The Influence Of Language In The Handmaid's Tale

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The Handmaid’s Tale by Margaret Atwood takes place in the totalitarian theocratic regime of Gilead. This society used biblical language and omission of information to manipulate the general public into submission. Offred has a powerful understanding of how language can influence the population as she experiences it firsthand and uses the same power as a recorder. The recorder has a power that contrasts with her role in the Commander’s household. As the recorder of her own story she controls its presentation, the reader is subject to her unconscious bias. The experiences she has had define the way the reader will think about Gilead. She conveys her intense emotions throughout the length of the story from her feelings about palimpsest to her…show more content…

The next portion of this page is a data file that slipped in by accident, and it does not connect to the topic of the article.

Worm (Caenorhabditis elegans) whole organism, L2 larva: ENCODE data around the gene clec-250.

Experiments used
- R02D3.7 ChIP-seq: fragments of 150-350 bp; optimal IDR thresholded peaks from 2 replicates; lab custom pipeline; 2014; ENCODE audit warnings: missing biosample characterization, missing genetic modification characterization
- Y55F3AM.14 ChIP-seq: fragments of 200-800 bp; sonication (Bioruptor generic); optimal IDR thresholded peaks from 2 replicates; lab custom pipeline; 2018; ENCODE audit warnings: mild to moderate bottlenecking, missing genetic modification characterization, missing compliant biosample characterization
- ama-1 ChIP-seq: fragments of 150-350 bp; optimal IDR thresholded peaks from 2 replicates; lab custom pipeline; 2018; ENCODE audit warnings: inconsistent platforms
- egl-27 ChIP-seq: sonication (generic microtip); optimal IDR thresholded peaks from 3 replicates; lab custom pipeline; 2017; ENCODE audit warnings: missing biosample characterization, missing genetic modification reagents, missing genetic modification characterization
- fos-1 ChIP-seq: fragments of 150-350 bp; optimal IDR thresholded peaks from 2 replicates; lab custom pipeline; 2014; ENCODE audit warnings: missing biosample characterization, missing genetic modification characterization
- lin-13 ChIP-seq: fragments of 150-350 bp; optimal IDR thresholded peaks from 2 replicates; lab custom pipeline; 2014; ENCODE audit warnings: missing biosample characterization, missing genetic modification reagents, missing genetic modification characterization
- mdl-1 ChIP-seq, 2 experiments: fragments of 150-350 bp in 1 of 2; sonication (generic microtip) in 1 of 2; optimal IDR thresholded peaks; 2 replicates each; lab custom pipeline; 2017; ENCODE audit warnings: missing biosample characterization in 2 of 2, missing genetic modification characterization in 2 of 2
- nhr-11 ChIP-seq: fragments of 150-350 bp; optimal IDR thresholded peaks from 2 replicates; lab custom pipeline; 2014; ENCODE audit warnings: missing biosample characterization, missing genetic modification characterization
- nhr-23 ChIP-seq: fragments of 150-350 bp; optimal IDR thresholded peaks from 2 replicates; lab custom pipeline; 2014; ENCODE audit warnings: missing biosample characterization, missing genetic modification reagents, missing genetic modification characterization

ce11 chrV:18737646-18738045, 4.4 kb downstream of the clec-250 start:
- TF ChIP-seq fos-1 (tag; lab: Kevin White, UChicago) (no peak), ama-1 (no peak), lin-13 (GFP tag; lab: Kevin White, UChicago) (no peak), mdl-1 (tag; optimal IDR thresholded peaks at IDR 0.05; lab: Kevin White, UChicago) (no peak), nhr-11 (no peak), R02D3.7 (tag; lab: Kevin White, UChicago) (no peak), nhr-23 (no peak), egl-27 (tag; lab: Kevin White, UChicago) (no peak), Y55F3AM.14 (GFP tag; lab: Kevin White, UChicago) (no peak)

In a state without freedom of speech, the choice of words and tone can define everything. The female identity is lost with the neologism that indicates the Handmaid's’ new name. As our main character so eloquently says, "My name isn't Offred, I have another name, which nobody uses now because it's forbidden. I tell myself it doesn't matter, your name is like your telephone number, useful only to others; but what I tell myself is wrong, it does matter" (page 84). Offred describes a dissociation between the role she plays in Gilead to the independent working woman she was before. By forbidding the person she was before the government plan Gilead began supposedly to end violence and the male gaze towards women, the real reason is because of infertility caused by environmental concerns. The fanatical believers find a way to justify oppression. Aunt Lydia said, “[i]n the days of anarchy, it was freedom to. Now you are being given freedom from.” (pg 24). Ironically. Gilead believes it is has given women freedom from harassment from men but the Handmaids are being coerced into procreation with men. It is also ironic as evidenced by Jezebels, another situation where women are left with no other option but to satisfy

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